The White House Ethics Czar, Norman Eisen, has gotten himself nominated to serve as Ambassador in one of the greatest places on earth, Prague, Czech Republic. To replace the function of Ethics Czar, the White House has announced that White House Counsel Bob Bauer will take over, and Steven Croley (who worked on the campaign) will lead a team of six to oversee ethics.
Ethics wonks are mixed about whether this arrangement will meet the high standards Obama set when he came into the White House. POGO’s Danielle Brian takes Bauer’s appointment as a good sign that ethics will continue to be a priority. OMB Watch’s Gary Bass is happy the White House worked so quickly to implement a plan to replace Eisen. But Sunlight Foundation’s Ellen Miller views the appointment of Bauer–who has a history of supporting bad ethics habits–as a setback.
This concern is magnified manifold when Eisen’s key successor – Bauer — can hardly be described as having the DNA of a ‘reformer.’ This is the man who invented the rationale for the acceptance of “soft money’’ – unregulated (chiefly corporate) funds that flooded elections to the tune of $1.5 billion between 1992 and 2002, and the man who sided with arch conservatives in their defense of lack of transparency.
[Update: CREW has concerns as well.]
I’ll leave it to the ethics wonks to decide whether Bauer can do the job–on ethics–well or not. And FWIW, the one time I’ve seen Bauer’s work close up (during an election-related suit here in MI in 2008), I thought he was the kind of fighter Dems need more of.
But I am worried about what this says about the Administration’s focus on two other critically important functions. You see, when Bauer took over for Greg Craig, he was hailed as the kind of guy who could solve two problems Craig had failed to: judicial confirmations and closing Gitmo.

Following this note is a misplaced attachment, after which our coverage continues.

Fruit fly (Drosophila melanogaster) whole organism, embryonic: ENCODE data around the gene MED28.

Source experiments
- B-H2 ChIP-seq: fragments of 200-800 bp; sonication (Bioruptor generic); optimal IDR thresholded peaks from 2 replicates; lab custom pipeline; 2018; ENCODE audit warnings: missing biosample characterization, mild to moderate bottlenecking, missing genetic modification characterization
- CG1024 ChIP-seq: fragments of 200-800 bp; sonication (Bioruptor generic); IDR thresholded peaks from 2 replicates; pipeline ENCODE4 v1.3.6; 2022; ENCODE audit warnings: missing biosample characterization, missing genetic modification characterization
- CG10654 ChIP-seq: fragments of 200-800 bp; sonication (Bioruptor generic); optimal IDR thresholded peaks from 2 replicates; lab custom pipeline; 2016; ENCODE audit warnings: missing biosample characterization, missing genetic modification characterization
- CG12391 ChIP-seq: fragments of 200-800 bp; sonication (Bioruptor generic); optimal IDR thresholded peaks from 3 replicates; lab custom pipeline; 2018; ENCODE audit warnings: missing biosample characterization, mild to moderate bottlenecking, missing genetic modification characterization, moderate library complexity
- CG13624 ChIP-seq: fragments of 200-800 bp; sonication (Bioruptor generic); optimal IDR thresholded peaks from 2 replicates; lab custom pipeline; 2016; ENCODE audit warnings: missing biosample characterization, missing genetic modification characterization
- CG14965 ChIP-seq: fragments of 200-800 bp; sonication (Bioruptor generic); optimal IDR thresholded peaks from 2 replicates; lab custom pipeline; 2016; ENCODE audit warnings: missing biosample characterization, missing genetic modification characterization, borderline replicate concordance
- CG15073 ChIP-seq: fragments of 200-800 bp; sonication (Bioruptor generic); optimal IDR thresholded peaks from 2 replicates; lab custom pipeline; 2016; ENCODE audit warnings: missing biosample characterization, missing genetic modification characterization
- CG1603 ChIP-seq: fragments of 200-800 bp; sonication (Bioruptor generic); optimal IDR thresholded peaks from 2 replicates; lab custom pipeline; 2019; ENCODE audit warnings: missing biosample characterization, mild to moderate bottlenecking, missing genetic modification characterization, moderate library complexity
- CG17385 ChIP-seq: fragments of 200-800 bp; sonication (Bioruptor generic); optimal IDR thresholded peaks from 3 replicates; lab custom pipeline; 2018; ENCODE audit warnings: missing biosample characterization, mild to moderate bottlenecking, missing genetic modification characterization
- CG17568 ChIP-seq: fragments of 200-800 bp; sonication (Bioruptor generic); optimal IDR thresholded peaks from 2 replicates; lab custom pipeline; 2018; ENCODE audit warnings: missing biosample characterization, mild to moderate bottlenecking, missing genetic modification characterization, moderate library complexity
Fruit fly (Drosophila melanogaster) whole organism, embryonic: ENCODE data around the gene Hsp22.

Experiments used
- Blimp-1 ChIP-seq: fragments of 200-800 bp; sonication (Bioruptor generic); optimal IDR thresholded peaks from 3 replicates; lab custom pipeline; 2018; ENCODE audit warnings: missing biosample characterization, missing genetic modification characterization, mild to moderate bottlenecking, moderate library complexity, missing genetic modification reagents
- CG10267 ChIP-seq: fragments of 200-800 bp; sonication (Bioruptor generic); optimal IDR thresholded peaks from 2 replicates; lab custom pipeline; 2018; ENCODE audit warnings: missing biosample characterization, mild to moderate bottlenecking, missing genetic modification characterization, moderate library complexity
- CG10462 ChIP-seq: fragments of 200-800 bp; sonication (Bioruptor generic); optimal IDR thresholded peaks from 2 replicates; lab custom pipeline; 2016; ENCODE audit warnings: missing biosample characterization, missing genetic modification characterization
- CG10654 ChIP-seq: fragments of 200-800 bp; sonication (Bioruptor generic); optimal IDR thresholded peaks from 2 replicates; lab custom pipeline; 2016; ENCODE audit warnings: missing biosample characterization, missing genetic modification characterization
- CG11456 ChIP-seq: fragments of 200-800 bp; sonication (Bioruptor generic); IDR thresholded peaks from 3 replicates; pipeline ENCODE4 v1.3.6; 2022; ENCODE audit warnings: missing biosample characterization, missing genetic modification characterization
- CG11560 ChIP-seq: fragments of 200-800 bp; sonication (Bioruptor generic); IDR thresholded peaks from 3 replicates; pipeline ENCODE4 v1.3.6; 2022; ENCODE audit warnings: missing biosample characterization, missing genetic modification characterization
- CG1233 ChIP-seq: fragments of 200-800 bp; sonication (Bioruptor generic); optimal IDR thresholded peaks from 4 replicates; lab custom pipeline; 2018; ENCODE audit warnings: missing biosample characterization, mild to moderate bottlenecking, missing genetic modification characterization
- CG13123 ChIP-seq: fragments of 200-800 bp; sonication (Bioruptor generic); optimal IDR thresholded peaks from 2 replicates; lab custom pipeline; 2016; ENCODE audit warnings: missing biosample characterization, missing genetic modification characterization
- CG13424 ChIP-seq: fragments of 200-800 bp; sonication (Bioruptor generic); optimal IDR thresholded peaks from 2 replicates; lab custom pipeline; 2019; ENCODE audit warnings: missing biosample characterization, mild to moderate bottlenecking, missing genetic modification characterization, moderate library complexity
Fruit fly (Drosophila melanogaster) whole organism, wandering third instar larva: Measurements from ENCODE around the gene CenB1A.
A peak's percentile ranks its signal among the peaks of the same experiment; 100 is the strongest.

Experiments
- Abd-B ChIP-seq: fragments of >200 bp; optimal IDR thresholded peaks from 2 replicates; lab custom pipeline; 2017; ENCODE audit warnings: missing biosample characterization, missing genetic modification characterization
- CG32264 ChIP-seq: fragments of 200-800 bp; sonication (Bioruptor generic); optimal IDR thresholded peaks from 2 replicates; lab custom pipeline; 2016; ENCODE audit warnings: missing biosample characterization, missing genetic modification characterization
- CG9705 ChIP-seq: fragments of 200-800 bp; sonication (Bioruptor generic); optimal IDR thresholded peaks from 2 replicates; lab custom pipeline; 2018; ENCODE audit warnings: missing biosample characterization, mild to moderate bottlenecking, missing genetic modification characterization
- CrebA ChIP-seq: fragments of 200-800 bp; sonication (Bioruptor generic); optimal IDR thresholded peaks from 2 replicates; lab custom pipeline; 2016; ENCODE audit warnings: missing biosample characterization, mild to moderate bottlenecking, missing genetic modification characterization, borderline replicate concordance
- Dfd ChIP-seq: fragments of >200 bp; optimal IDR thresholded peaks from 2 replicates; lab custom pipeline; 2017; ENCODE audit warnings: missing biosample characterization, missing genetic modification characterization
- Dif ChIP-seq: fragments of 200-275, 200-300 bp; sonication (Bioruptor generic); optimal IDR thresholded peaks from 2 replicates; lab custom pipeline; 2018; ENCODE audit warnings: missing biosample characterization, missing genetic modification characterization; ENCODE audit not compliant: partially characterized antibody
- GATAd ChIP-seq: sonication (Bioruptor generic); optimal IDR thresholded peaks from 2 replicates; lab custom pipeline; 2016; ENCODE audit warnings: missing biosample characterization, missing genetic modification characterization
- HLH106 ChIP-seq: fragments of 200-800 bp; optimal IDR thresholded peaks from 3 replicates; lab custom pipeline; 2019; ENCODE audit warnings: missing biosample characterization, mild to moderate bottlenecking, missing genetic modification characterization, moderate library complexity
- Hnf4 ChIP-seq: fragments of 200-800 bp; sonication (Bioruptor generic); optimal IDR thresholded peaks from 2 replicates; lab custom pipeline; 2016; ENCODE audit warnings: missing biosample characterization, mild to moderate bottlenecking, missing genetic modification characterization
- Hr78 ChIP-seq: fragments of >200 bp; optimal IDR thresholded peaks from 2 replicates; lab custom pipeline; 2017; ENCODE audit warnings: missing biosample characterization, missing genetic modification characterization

And Josh Gerstein reports that Lindsey Graham just filed a bill to try to force the White House to take a position on things like habeas corpus. Now, frankly, I consider it partly a good sign that the Administration has stopped trying to placate Lindsey’s wishes to carve out huge holes in our civilian legal system. But I couldn’t help but notice that when Robert Gibbs was asked yesterday about the promises Obama hasn’t kept–pointing specifically to gay rights and Gitmo–he said the Administration had a process in place to end DADT, but remained silent about Obama’s promise to close Gitmo.
Q And what about the rest that is outstanding — gay rights, Guantanamo —
MR. GIBBS: I will say this — all things that the President made commitments on and is focused on doing. We have a process underway with the Pentagon to make changes, as the President outlined in the campaign and, quite frankly, even before the campaign, in “don’t ask, don’t tell” as somebody running for the U.S. Senate in 2004. We have a process to make good on overturning “don’t ask, don’t tell.”
Not to mention the squabble over where Ibrahim al Qosi will have to spend his two year secret sentence all seems to assume he’ll remain in Gitmo for that time.
Now, as with many things, the Administration doesn’t deserve all of the blame on these two issues. Republicans have held up key judiciary positions–but the Admin hasn’t even identified a nominee for many of them. Congress has consistently voted against funding the closure of Gitmo, but aside from a few pathetic squeaks explaining how important closing Gitmo and using civilian trials was, the Administration has just left it at that, still forgoing the bully pulpit to explain how important closing Gitmo is. (In news potentially related to Gitmo, Obama’s approval ratings in the Arab world have taken an astonishing nosedive–with those “hopeful” about Obama’s policy in the Middle East dropping from 51% to 16%–though much of that appears to stem from inaction on the Israeli-Palestinian conflict.)
Judicial nominations have to be a priority, not least because of the decades-long assault on the judiciary by the Federalist Society. And Obama has always listed closing Gitmo as one of his big priorities. Yet he just gave the guy who was supposed to resolve those two issues a new, different job to do.